Between 1946 and 1964, an estimated 78 million Americans were born — the baby boomers. This population explosion did more than just change the census — it changed the way we played, learned, worked, married and raised our children. In short, it changed the way we live.
In 2006, the first of the boomer generation began reaching retirement age. This generation and the sweeping changes they prompted are now transforming the way we age.
It is estimated that by 2030, more than 70 million Boomers will be 65 or older. At that time, nearly one in five Americans will be an “older American”. With this significant change in demographics and the needs of the older adult population, communities need to ask the question: Are we ready to help our residents Age Well and Live Well?
What is a Community Collaborative?
Age Well Live Well encourages people and communities to take a proactive approach toward aging well. To enlarge local programs and capacity, and create aging well environments, AWLW provides interested communities with tools and resources to form local collaboratives or support existing community initiatives. AWLW offers the AWLW Community Collaboration Toolkit to help interested organizations come together and develop local partnerships. These collaboratives provide their residents with awareness, programs and resources that support aging well.
There are also options to partner with AWLW at a statewide level through the Texas Health and Human Services Aging Services Coordination office. ASC works with a diverse group of partners including corporations, service organizations, universities, faith-based organizations and local governments. Our partners provide in-kind and financial support for ASC programs, as well as volunteer leadership and educational outreach that energize the agency’s programs and services.
Through the AWLW campaign, local organizations and community partners create collaboratives to share resources and information, create and promote wellness programs, and identify opportunities for residents to age and live well. These collaboratives comprise public, private and nonprofit organizations that want to see – and realize together – quality wellbeing for their older residents.
Programs highlighted in Age Well Live Well are easily implemented in community settings and most are free or have minimal associated costs.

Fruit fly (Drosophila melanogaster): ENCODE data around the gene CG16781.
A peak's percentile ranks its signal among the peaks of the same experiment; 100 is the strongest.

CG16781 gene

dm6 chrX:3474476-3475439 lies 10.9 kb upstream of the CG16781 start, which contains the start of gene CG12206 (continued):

How to Create a Collaborative
- Define the needs of older residents and start drafting the mission and goals of a collaborative.
- Identify potential community partners. Use your existing network, but also think outside of traditional partnerships. Find a common thread – services, audiences, needs and desired outcomes.
- Connect with the partners you have identified. Highlight the common threads you share and feature the wins a collaborative can offer – resources/services for employees, awareness of their organization, formal recognition/award, etc. Make it easy to work together by developing processes/policies to ease collaboration and share responsibilities.
- Maintain the collaborative by establishing a well-defined vision, mission, goals, roles and responsibilities; have regular communications and meetings with partners; make sure all partners’ voices are heard and use the feedback you receive. Recognize the partners, especially those that go above and beyond.
Tools for Collaboratives
The Age Well Live Well campaign provides an array of resources to help local collaboratives develop their partnerships, create structure in their collaborative and plan events and programs. To learn more about these resources email AgeWellLiveWell@hhsc.state.tx.us.AWLW Partners
Texas Health and Human Services has enlisted key statewide organizations to help local communities develop Age Well Live Well (AWLW) collaboratives. Statewide partners include:
- State and local HHS offices
- Area agencies on aging (AAA)
- State supported living centers
- AgriLIFE extension agents
These statewide organizations are foundational partners for local collaboratives and provide free or low cost aging well programs and resources.
Below are examples of organizations that are involved in their communities and provide services and supports for older Texans. Be sure to consider including them when creating an Age Well Live Well collaborative:
- Civic and social organizations
- Networking groups
- Volunteer programs
- Hospital groups
- Local and statewide media organizations
- Aging and disability service providers
- City parks and recreation departments
- Colleges, universities, institutes of higher learning
- Faith-based entities
Benefits of Developing Local AWLW Communities
Age Well Live Well collaboratives enhance and improve:
- Physical health of residents, employees and the community
- Community involvement in volunteer activities
- Relationships with other organizations that have mutual interests and goals
- Quality of life for all involved
To Learn More
If you are interested in developing an Age Well Live Well community, would like a planning toolkit or want to know more, contact:
Age Well Live Well Coordinator
Community Outreach Specialist
HHS Aging Services Coordination Office